Energy Awareness Forum
The Energy Awareness Forum is a great place to ask questions about PMLP. Answers will be published on a quarterly basis, and will serve as a resource for everyone. The deadline to make a submission is 60 days prior to the next quarterly response. If you make a submission less than 60 days until the next planned responses from PMLP, we will make every effort to answer it this quarter, but if we cannot, then your question will be moved to the following quarter.
January 21, 2024 is the next deadline to have your question/s answered in the list forum responses
What is the status of project 2015A? Although it is a MMWEC project they have no status posted. Since PMLP is the primary operator and it is sited on City of Peabody property managed by PMLP it would be appreciated and expected to keep local ratepayers and neighbors informed of the status and projected 'ribbon cutting' and emissions.
All major components of the 2015A project have been installed and crews are completing a punch-list of remaining items before being able to test start the unit. Being a complicated machine, a definitive schedule is hard to nail down but it should be completed in weeks and not months. As soon as the project has a date to announce, MMWEC and PMLP will communicate this to the public.
Regarding 'Project' 2023A (calling purchasing additional energy from an existing source doesn't seem like a project in the typical sense) what is the plan for Peabody once Seabrook is shut down. (or, in the case that it does not make it to 2050 due to its ongoing cement degradation currently under a monitoring order by the NRC) The existing roadmap requires the net zero goal by 2050, which has to include post 2050 as well (2051-beyond) when Seabrook will not be operating based on current projections. We all know how long it can take for new energy generation to come online, (especially clean energy) so although 2050 seems like a long time from now, in the energy generation world, it is not all that far away and we should have a plan that ratepayers are aware of and have input into.
We certainly agree that new generation projects can have a very long lead time, and that the life of Seabrook is not infinite. All of our energy supply contracts and assets have a finite life, whether that be Berkshire Wind, Eagle Creek Hydro, Seabrook, 2015A, or the rest. Some of those time horizons are easier to predict and others more difficult. Because available energy sources are forever changing, we are always seeking cost-effective options for our customers while prioritizing carbon-free projects.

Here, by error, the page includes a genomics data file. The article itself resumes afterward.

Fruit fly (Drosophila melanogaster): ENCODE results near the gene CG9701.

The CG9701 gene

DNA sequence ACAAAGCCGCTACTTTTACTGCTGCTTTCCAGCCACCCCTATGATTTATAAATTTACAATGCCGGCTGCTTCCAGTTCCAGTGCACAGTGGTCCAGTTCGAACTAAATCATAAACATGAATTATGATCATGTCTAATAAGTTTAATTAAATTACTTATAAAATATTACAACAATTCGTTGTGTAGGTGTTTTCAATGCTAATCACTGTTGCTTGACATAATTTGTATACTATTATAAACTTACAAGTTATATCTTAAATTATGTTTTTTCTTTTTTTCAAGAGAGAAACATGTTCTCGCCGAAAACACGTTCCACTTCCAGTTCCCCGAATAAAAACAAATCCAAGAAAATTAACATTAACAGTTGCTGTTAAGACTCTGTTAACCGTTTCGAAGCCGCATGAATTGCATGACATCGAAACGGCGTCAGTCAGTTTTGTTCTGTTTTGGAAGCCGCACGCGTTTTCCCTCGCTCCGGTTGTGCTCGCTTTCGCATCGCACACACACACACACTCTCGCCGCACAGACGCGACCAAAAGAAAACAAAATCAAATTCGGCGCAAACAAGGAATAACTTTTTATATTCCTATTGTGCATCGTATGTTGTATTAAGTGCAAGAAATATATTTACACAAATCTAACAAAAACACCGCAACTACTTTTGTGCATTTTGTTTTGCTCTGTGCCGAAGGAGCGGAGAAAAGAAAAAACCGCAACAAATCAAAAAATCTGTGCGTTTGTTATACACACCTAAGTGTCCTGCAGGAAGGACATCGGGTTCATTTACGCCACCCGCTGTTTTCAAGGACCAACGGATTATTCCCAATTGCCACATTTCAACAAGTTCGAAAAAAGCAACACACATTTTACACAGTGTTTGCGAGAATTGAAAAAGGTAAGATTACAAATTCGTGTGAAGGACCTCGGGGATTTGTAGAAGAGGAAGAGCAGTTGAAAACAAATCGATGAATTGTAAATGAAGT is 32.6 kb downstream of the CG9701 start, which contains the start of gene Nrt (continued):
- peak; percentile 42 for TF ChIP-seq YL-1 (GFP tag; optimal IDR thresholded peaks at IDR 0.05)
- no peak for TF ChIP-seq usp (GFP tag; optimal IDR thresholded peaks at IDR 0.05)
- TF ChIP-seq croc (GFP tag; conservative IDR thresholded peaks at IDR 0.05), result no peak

Predicting with any sort of accuracy what’s going to happen in the next 27 years probably wouldn’t be wise, but we continue to commit to and exceed the targets established by the State and strive to increase our renewable portfolio as quickly as possible while considering the economic impact to the customers of Peabody and South Lynnfield. The path to net-zero by 2050 will certainly include more offshore wind, batteries, hydro, solar, demand response, nuclear, as well as other technologies. And just because, seven (7) years prior to the 2030 deadline, PMLP now has the contracts in place to be a full 9% above the 50% milestone, doesn’t mean we stop here. The goal to decarbonize is ever-present, and our efforts are unrelenting.
June 21, 2023
Is the PMLP and Peabody government actively planning how to decarbonize our energy production?
Yes, in fact PMLP has been on the forefront of active decarbonization efforts for decades, going as far back as the mid-1970s. PMLP has one of the most robust carbon-free portfolios in the state, currently at 43% carbon-free. And recently, on April 27th this year (2023), we signed another contract for additional Carbon-Free power from the Seabrook Nuclear plant that will bring us to approximately 54% carbon-free by 2030, essentially solidifying our ability to meet the State's 2030 Decarbonization goals.
How much money has PMLP provided for homeowners to go solar historically?
While this is a difficult question to quantify, PMLP has ongoing programs to provide Net-Metering benefits to Solar Customers. Contrary to popular belief, PMLP is not a Solar Panel provider. We provide electricity. When a customer wishes to install Solar Panels on their rooftops, we facilitate this by way of a Net-Metering program that allows the customer to not only enjoy the power they generate, but to sell back to PMLP the amounts they do not need. PMLP "buys" this back largely at retail rates! This special rate constitutes ongoing savings and benefits to the customers during the entire time the Panels are in use. These savings are different for each customer based on the size and quantity of panels, but also on their general monthly electrical consumption needs. While PMLP could buy carbon-free power elsewhere for less than retail, we buy back from our residential solar customers at full retail to help assist our customers interested in investing in solar to be able to do so.
How many homes currently have solar power in part or in full?
In PMLP's service territory, there are 38 residential customers and 5 commercial/industrial customers who have installed Solar Panels and are taking advantage of the benefits offered by PMLP's Net-Metering program.
How much money would it cost for PMLP to put solar panels on 500 Peabody homes for PMLP energy production?
First, as stated earlier, it's not in PMLP's purview to buy or install Solar Panels on residences, but the cost for 500 homes would be approximately $17 million dollars based on the average cost of a system installed in Peabody. PMLP has focused on a path of decarbonizing while doing so in a manner that is as cost-effective as possible.